It’s A Pisser Getting Old
I’ve recently experienced watching a close friend’s parents reach the ends of their lives. I’ve seen this couple for many years, grow older, slowly lose their freedom, their health, their life savings, their independence, their hope. They went from pride and precision and stability to dependent, and lost, and robbed of their dignity. Her dementia likely shielded her from her ultimate losses. We certainly hoped if she could experience anything within her failing body that it would be a sense of joy or relief as opposed to trapped. His loss of her as a support, a reason, a purpose. And what to do but wait.
I started out to write this to simply complain about my own aches and pains. But I can see more first hand now how others experience what is inevitable for all of us. I have watched my older sister struggle with hospitalizations as her body has rebelled in many ways. Hip and shoulder replacements, osteoporosis, arthritis, hearing loss. We struggle to stay alive as we approach the end, like sliding down a slippery slope and little passing by to grab hold of anymore.
After weeks of lock down and distancing through this pandemic, I was finally able to return to my massage therapist today. The relief was amazing. We forget how therapeutic things are until we can’t have them. This applies to anything that gives us pleasure in life. A threat to life is present in the everyday exchange of human interaction and we are forced to accept change. Change in the way we interact with each other. Change in the way we conduct everyday life. Change that forces us to be alert, and suspicious. Change that forces us to see our neighbors differently. The hard part is, how do you let that change affect you? You could assume your neighbor is infectious and shun them, or you could approach them with the feeling of, I am sorry I can’t reach out and touch you, put my arm around you. But I will protect you if I can. We are social primates. We need touch. Isolation causes abnormal behavior.
I’m not ready to die. I will adapt. I will be suspicious of the real enemy. I will do my best not to get complacent. Because I am not ready to die.
I thought today that one of the reasons the US has the largest virus infection and death rate and climbing is because of the American Dream. For centuries we have all grown up in a world of “you can have what ever you want in America”. You are free. Well of course this isn’t true for the majority of the population. But we all believed it. So, we have become a selfish nation. I will have what I want because I can and you can’t take it away from me. The problem then arises that not everyone wants the same thing, or everyone wants exactly the same thing and doesn’t want anyone else to have it. When I see a huge man screaming like a tantrum consumed toddler that he can’t go down the street and buy a hamburger, it only reinforces the selfishness of one individual. But when I see a president staging a rally where people will be asked (or instructed) to not wear masks with thousands packed in an arena and then be asked to insure they will not sue him, then this has to be systemic. Like a herd of lemmings.
At my age, I have learned that nothing happens as quickly as you want, except death (but maybe that too). When you are young, getting your driver’s license takes forever, because the anticipation of your first taste of real freedom is approaching. You want a run-away freight train and it’s Thomas the Tank Engine. Then losing your virginity (or maybe you already have crossed that milestone). Then 18, a “proto-adult”. Draft age, but still can’t drink. Can vote, but can’t get in a club. Then 25, (marriage?),30, 40 (alarm), 50 (tired…ready for retired), 60,65 (social security/Medicare/senior citizen discounts), 70,71,72, (shaky), 80……? At this point, the slope is way too steep.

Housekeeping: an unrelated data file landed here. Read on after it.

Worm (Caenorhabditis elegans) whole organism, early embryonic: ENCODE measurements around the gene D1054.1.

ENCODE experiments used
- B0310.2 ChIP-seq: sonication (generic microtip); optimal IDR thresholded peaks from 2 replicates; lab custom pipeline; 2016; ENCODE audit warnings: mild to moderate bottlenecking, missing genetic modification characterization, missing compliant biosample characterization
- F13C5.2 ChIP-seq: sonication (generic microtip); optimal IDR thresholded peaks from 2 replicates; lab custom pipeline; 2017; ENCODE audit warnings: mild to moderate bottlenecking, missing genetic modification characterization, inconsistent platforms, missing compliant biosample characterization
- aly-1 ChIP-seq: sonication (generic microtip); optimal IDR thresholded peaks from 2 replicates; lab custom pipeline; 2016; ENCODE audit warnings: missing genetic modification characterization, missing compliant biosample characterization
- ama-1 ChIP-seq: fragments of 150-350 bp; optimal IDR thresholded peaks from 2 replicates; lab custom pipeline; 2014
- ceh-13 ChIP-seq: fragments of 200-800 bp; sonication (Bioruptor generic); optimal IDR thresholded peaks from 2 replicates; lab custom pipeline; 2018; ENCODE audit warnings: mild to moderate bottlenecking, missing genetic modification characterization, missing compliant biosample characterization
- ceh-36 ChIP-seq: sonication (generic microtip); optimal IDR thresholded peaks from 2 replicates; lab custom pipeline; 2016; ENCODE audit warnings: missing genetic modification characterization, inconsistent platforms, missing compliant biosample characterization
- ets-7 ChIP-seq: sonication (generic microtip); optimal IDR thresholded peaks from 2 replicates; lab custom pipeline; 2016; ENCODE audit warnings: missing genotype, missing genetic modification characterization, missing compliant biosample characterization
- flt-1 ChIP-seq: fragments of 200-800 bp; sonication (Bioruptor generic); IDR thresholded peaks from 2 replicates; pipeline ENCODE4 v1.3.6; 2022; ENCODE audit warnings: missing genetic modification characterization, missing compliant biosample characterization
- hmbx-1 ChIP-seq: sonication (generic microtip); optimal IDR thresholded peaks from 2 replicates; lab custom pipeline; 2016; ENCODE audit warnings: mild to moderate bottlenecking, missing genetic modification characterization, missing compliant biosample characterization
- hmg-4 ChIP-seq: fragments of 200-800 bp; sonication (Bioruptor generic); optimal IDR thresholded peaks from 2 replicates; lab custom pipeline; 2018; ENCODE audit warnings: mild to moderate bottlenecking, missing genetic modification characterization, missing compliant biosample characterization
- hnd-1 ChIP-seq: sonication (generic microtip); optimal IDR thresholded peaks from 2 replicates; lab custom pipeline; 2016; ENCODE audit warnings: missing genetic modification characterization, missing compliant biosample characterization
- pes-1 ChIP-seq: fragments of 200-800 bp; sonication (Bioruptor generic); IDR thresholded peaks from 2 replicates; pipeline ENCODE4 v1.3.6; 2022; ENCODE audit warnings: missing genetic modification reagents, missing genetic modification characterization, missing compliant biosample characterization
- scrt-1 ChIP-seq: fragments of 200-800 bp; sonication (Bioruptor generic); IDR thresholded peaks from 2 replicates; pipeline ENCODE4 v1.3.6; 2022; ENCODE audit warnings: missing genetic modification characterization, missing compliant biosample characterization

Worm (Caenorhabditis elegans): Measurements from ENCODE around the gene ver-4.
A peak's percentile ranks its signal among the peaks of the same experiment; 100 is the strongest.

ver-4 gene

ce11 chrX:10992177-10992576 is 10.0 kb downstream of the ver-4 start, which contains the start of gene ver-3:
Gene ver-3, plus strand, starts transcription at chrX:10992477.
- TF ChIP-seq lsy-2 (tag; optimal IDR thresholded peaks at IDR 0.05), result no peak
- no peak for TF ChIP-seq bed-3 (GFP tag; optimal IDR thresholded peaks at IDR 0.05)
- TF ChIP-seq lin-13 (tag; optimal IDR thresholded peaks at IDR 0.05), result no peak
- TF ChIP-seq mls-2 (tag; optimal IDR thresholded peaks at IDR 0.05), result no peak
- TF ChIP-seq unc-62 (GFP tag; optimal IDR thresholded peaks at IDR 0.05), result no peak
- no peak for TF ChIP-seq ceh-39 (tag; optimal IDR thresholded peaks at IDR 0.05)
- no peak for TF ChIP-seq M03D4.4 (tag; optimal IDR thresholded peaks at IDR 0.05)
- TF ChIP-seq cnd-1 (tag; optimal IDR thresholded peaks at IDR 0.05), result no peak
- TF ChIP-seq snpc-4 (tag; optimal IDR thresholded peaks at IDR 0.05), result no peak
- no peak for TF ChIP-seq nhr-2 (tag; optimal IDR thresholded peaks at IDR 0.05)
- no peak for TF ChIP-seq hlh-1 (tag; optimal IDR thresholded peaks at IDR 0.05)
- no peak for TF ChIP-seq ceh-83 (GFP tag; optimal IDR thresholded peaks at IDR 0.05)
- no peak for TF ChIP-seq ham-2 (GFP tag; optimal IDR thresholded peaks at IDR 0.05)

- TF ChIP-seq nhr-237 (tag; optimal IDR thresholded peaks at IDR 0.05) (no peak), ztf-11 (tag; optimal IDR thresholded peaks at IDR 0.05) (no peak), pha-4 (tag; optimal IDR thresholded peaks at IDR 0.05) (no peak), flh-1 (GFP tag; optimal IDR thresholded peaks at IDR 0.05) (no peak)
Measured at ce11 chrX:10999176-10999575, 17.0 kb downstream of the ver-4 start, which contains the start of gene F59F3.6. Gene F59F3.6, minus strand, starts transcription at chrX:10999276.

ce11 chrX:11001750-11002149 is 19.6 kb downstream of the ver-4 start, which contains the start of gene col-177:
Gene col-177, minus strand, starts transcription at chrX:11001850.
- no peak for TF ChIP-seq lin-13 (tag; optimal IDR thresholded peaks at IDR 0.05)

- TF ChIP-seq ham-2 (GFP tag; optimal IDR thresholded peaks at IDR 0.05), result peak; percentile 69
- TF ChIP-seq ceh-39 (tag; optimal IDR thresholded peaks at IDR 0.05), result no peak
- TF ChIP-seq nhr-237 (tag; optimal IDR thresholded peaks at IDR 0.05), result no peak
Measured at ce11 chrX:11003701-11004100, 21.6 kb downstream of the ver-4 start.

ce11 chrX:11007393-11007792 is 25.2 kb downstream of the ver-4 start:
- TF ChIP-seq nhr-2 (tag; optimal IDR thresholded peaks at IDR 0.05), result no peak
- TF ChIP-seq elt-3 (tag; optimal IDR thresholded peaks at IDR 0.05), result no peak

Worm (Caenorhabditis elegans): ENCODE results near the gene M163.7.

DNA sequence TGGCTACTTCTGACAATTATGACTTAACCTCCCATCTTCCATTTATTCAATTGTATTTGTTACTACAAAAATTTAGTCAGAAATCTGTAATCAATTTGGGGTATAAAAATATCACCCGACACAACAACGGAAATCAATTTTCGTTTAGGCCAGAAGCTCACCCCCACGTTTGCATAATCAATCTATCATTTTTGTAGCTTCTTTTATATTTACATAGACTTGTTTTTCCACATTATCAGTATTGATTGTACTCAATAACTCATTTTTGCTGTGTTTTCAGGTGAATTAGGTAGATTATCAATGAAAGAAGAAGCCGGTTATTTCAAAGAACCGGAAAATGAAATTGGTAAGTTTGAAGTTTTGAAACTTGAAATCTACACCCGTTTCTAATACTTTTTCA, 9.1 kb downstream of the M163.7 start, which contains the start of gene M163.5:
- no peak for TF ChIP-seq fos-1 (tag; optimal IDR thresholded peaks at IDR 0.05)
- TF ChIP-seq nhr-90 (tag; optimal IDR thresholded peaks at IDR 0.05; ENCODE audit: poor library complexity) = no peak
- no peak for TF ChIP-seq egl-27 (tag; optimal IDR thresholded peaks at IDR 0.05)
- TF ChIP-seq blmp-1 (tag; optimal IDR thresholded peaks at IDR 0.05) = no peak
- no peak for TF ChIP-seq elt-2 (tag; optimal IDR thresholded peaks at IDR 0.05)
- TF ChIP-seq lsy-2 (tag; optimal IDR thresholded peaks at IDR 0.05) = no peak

I’ve always thought that when I got to the point of having lost any real quality of life, that I would be okay with checking out. But where do you draw the line on how much body pain you are willing to sustain, how many medications you take to stay alive, what is the limit of loss of mobility, and there is always the possibility of dementia, loss of mind and body function, or the failure of a single organ. Could I deal with an oxygen tank? Could I live with dialysis? I love music, what if I lost my hearing? I’ve already been told I am developing cataracts. Unwelcome news to a visual artist. But I have also been told cataract surgery is the most performed surgery in the world. I have friends who have experienced it and say it was an easy process. And they can correct your vision in the process which both delights me and scares me too. Don’t screw with my eyes.
As my hair gets thinner (lucky to have as much as I do at this point) and my skin gets paler and my veins bulge a little more, as my muscles and joints ache and my eyesight and hearing deteriorate, I am still thankful everyday that I can create something no one has ever seen before. That I can sit down and play music on a beautiful instrument. That I can still see the colors in an evening sky. That I can derive joy from making another smile. That’s still quality of life. I am not ready to die.
Peace and stay safe. Don’t be selfish, you always get back more than you give.
photos copyright © George Cannon – Images